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08KYIV1330, UKRAINE CONSIDERING ITS ROLE IN RUSSIA’S WTO

July 7, 2008

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Reference ID Created Released Classification Origin
08KYIV1330 2008-07-07 13:45 2011-08-30 01:44 CONFIDENTIAL Embassy Kyiv

VZCZCXYZ0001
PP RUEHWEB

DE RUEHKV #1330/01 1891345
ZNY CCCCC ZZH
P 071345Z JUL 08
FM AMEMBASSY KYIV
TO RUEHC/SECSTATE WASHDC PRIORITY 5975
INFO RUCNCIS/CIS COLLECTIVE
RUEHMO/AMEMBASSY MOSCOW 0355
RUEHGV/USMISSION GENEVA 0131
RUCPDOC/DEPT OF COMMERCE WASHDC

C O N F I D E N T I A L KYIV 001330 
 
SIPDIS 
 
STATE FOR EUR/UMB, EB/TPP/BTA, EB/TPP/MTA 
STATE PLEASE PASS TO USTR FOR CKLEIN, PBURKHEAD, EPORTER 
STATE PLEASE PASS TO DEPT OF AGRICULTURE WASHINGTON DC 
USDOC FOR 4231/ITA/OEENIS/NISD/CLUCYK 
USDA FOR FAS/ONA (KRAMOS, AMANNIX, MSALLYARDS) 
USDA FOR FAS/OCRA (JFLEMINGS) 
GENEVA FOR USTR 
MOSCOW FOR JKUO 
 
E.O. 12958: DECL: 07/06/2018 
TAGS: ETRD WTRO PGOV RS UP
SUBJECT: UKRAINE CONSIDERING ITS ROLE IN RUSSIA'S WTO 
ACCESSION, WORKING ON ITS OWN OUTSTANDING COMMITMENTS 
 
REF: A. C.KLEIN-YARNELL EMAIL OF 6/20 
     B. KYIV 1202 
     C. KYIV 1077 
     D. KYIV 915 
     E. KYIV 722 
 
Classified By: Acting Economic Counselor William Klein, Reasons: 1.4(b) 
 and (d) 
 
 1. (C) Summary:  Ukraine's lead WTO negotiator Valeriy 
Pyatnytskiy told us on July 4 that Ukraine did not intend to 
block Russia's WTO accession, and was not planning to request 
any tariff concessions from Russia, but would likely make 
some requests of Russia given the importance of their 
bilateral trade relationship.  In particular, Ukraine would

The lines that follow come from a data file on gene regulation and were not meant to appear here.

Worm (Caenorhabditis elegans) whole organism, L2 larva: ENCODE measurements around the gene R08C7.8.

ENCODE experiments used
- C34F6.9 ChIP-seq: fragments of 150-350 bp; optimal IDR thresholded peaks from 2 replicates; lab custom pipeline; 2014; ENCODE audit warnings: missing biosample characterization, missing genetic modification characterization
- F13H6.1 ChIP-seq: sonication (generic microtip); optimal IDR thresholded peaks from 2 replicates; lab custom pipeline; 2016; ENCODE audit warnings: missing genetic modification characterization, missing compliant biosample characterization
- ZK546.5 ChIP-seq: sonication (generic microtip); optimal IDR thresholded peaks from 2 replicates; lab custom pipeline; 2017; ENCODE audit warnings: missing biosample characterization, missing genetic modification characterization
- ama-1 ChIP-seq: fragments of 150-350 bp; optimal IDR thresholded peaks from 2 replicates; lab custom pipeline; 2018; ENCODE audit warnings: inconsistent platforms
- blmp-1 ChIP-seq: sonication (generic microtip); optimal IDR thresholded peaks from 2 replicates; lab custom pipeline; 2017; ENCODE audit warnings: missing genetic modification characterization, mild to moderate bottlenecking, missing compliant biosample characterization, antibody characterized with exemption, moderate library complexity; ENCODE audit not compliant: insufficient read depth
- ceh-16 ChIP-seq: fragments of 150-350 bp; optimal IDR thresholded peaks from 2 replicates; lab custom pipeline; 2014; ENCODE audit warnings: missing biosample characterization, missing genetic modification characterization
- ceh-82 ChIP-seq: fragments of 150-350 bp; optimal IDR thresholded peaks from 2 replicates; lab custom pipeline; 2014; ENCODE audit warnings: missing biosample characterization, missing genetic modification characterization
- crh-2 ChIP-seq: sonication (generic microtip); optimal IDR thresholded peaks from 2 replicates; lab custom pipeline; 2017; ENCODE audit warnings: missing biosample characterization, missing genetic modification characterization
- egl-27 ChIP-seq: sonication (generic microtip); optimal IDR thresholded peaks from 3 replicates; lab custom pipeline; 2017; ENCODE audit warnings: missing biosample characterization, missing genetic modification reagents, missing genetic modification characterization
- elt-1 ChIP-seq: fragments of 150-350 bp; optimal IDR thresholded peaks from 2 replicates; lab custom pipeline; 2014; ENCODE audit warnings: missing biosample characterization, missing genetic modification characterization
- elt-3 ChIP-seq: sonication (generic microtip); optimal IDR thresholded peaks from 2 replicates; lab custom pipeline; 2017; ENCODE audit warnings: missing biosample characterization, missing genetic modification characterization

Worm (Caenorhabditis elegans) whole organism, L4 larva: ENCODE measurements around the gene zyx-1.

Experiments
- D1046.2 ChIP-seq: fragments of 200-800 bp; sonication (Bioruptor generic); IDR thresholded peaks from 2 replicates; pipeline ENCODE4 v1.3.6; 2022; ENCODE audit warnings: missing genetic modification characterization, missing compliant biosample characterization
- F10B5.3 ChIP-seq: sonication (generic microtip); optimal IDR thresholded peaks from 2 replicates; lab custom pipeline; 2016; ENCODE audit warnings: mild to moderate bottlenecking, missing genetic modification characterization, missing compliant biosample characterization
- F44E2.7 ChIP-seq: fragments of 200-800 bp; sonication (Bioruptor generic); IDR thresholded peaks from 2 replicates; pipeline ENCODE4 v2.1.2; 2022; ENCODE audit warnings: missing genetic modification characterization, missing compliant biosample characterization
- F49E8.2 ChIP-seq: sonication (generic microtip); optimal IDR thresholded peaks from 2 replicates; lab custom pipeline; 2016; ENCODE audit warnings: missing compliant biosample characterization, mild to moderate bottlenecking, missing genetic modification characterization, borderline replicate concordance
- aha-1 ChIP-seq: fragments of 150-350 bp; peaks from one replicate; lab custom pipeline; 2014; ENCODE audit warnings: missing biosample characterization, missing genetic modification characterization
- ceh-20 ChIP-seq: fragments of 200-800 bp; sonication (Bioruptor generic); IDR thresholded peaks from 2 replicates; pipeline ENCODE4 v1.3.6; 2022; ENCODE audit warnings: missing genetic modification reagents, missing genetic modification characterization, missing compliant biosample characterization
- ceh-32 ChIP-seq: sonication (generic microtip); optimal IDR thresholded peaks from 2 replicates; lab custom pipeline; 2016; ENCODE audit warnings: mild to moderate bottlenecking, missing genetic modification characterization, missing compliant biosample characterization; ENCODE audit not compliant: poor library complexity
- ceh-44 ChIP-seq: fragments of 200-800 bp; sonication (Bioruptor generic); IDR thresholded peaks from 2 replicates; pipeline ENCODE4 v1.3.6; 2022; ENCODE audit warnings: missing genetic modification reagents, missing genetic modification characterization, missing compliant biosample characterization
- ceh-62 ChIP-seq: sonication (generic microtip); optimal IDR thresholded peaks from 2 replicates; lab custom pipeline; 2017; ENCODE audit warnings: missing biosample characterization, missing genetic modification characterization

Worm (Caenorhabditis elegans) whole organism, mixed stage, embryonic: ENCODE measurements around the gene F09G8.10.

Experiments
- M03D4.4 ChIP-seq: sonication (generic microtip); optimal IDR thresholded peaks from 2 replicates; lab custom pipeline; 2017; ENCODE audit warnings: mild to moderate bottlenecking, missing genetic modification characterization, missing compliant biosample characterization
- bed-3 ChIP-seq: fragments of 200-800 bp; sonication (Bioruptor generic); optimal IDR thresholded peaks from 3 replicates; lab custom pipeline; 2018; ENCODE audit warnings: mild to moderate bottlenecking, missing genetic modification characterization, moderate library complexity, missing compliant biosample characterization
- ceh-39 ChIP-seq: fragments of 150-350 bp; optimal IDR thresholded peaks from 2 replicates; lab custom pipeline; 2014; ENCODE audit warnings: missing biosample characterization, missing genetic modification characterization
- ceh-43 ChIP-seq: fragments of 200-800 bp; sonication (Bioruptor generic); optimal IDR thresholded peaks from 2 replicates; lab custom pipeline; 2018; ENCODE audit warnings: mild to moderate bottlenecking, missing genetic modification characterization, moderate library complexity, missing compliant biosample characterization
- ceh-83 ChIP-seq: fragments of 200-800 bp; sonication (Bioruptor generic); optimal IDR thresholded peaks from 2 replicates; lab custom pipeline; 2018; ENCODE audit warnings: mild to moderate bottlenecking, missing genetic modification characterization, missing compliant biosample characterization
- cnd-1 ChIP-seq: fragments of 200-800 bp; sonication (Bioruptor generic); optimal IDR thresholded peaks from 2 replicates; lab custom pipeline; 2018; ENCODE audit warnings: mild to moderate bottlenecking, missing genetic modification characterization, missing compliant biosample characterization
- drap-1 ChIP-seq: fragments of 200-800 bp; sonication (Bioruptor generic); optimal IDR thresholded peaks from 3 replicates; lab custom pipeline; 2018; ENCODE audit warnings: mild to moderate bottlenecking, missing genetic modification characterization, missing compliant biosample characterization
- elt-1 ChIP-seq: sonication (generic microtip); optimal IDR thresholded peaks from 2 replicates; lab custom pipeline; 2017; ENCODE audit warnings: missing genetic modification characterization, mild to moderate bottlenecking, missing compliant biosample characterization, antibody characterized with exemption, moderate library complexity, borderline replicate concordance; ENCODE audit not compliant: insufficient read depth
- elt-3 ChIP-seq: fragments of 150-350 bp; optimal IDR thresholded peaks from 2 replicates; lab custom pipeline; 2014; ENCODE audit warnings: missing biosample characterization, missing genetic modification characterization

like to broaden and clarify its Free Trade Agreement with 
Russia.  Regarding Ukraine's own accession commitments, 
Pyatnytskiy said he was hopeful that, during the week of July 
7, Parliament would approve a few outstanding bills, 
including a WTO-compliant version of a Customs Tariff Law 
amendment.  In any case Ukraine would continue to enforce the 
lower, WTO-consistent rates by administrative means if the 
Parliament failed to act, he said.   Pyatnytskiy also pledged 
to keep working on sub-legislative issues of importance, such 
as regulations covering the products of biotechnology and to 
eliminate mandatory certification of foodstuffs.  End Summary. 
 
Russia's WTO Accession 
---------------------- 
 
2. (C) Acting Econ Counselor and Econoff met on July 4 with 
Valeriy Pyatnytskiy, Deputy Minister of Economy and Ukraine's 
lead WTO negotiator, to review Ukraine's outstanding WTO 
commitments and better understand how Ukraine intends to 
approach Russia's WTO accession process.  (Note: Ukraine 
joined Russia's WTO Working Party shortly after its own 
accession on May 16, but has given somewhat mixed signals 
regarding the extent to which it intends to negotiate with 
the Russians (ref E).  End Note.)  Pyatnytskiy said that the 
GOU was still reviewing information provided by the WTO 
Secretariat on Russia's trade regime and was conducting an 
internal, interagency discussion as to what Ukraine should 
request from Russia.  He expressed concern that Russia was 
thus far not taking Ukraine seriously as a negotiating 
partner, noting as an example that Russia had provided 
Ukraine with an old, out-of-date services schedule from 2000. 
 
 
3. (C) Pyatnytskiy stated clearly, "We have no intention of 
blocking Russia's accession," but argued that, because Russia 
accounts for as much as a third of Ukraine's total trade,